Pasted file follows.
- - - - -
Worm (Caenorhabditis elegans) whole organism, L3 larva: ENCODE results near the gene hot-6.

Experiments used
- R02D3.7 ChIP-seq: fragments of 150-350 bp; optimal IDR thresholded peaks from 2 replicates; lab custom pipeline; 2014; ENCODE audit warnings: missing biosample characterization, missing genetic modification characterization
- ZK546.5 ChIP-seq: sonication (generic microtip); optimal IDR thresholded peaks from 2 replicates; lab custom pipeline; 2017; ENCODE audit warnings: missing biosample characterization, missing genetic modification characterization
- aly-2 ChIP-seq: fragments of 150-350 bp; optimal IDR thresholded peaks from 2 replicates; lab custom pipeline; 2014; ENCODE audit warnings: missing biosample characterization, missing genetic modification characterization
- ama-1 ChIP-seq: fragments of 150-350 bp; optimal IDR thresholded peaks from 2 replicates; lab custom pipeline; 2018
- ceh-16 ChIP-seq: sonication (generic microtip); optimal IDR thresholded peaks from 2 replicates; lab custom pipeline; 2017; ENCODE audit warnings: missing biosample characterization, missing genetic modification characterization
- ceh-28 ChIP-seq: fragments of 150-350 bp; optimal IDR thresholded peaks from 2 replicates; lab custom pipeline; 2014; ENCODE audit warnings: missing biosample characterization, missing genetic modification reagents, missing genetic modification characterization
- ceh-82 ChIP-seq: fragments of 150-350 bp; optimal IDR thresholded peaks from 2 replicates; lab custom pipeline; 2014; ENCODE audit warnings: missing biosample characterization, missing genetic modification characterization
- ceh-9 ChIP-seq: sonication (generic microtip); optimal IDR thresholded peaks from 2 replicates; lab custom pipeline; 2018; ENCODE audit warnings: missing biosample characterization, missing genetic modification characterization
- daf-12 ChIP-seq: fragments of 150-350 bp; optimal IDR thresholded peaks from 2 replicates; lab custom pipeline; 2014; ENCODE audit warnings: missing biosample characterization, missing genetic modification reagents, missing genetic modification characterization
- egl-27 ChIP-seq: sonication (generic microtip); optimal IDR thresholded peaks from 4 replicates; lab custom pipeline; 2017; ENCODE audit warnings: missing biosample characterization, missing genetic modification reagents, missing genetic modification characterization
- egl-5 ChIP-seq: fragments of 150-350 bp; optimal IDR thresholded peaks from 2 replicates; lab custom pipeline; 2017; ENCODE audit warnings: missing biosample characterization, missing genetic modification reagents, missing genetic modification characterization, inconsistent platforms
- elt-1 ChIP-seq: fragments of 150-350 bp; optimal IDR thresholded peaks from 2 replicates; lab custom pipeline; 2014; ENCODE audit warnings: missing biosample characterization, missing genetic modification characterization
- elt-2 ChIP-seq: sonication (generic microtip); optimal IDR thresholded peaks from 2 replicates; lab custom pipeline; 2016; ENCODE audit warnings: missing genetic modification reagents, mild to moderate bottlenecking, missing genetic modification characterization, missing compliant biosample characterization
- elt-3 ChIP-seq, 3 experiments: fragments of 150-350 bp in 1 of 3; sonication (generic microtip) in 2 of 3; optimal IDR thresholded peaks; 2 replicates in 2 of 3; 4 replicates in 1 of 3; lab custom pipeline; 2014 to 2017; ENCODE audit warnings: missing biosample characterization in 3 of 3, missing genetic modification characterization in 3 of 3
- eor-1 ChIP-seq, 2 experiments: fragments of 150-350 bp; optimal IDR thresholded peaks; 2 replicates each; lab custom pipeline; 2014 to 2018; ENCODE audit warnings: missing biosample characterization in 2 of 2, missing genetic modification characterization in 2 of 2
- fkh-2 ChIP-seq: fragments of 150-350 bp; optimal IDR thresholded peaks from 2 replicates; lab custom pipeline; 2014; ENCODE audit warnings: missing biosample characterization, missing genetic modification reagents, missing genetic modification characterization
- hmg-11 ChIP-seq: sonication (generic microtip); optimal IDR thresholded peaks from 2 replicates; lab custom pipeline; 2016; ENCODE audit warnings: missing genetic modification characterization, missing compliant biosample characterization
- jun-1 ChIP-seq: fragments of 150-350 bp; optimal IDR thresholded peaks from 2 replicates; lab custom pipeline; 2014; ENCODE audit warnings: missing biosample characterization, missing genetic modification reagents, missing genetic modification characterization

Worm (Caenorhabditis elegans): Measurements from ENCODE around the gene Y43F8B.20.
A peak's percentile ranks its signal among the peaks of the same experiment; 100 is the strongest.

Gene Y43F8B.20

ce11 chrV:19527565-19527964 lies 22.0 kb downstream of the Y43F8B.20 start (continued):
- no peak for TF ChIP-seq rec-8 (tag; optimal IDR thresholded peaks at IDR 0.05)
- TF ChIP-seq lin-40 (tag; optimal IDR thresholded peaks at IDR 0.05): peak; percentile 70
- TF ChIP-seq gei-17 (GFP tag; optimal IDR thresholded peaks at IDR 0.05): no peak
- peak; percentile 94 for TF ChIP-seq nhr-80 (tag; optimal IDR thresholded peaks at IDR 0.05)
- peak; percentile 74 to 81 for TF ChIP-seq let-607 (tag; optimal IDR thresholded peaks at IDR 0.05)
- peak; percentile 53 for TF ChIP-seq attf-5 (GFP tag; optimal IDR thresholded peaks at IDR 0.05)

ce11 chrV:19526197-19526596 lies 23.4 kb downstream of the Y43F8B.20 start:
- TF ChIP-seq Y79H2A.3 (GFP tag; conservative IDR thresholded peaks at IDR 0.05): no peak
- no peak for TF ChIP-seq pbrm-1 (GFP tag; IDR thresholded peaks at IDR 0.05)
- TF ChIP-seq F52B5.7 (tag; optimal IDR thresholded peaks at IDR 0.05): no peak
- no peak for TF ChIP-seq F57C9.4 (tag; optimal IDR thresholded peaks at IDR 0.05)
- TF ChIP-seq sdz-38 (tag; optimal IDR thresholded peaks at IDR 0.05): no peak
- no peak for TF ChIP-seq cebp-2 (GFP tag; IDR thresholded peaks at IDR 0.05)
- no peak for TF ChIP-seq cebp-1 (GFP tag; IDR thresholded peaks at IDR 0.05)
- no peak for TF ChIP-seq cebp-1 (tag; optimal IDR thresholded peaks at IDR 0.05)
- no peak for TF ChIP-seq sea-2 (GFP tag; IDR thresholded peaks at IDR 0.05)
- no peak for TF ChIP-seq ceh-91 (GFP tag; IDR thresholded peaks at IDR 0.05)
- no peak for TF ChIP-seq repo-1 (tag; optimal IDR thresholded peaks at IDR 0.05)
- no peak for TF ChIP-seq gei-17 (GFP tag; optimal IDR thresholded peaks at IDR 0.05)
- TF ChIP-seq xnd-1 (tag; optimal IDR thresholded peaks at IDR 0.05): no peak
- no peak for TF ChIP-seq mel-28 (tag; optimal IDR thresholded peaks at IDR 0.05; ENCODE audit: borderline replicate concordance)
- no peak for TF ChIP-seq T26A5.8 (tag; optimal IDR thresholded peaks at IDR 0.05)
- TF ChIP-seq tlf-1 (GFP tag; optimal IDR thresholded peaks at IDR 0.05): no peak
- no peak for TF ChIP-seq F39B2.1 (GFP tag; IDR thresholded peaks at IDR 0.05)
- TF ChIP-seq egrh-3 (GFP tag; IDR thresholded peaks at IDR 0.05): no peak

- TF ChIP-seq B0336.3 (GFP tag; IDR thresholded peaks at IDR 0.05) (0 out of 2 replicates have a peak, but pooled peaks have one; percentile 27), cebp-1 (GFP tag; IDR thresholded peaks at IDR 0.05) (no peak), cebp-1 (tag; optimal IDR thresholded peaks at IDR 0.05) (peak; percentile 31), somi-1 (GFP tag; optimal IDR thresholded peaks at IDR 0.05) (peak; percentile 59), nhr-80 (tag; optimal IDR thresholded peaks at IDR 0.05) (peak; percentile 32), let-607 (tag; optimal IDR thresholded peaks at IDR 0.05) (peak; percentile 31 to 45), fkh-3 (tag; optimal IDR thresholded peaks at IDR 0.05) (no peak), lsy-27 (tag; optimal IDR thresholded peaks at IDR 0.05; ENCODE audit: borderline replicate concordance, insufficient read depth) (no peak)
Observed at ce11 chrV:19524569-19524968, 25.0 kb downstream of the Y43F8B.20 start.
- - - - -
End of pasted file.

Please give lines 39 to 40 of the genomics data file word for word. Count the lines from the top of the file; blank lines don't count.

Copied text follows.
- no peak for TF ChIP-seq cebp-1 (tag; optimal IDR thresholded peaks at IDR 0.05)
- no peak for TF ChIP-seq sea-2 (GFP tag; IDR thresholded peaks at IDR 0.05)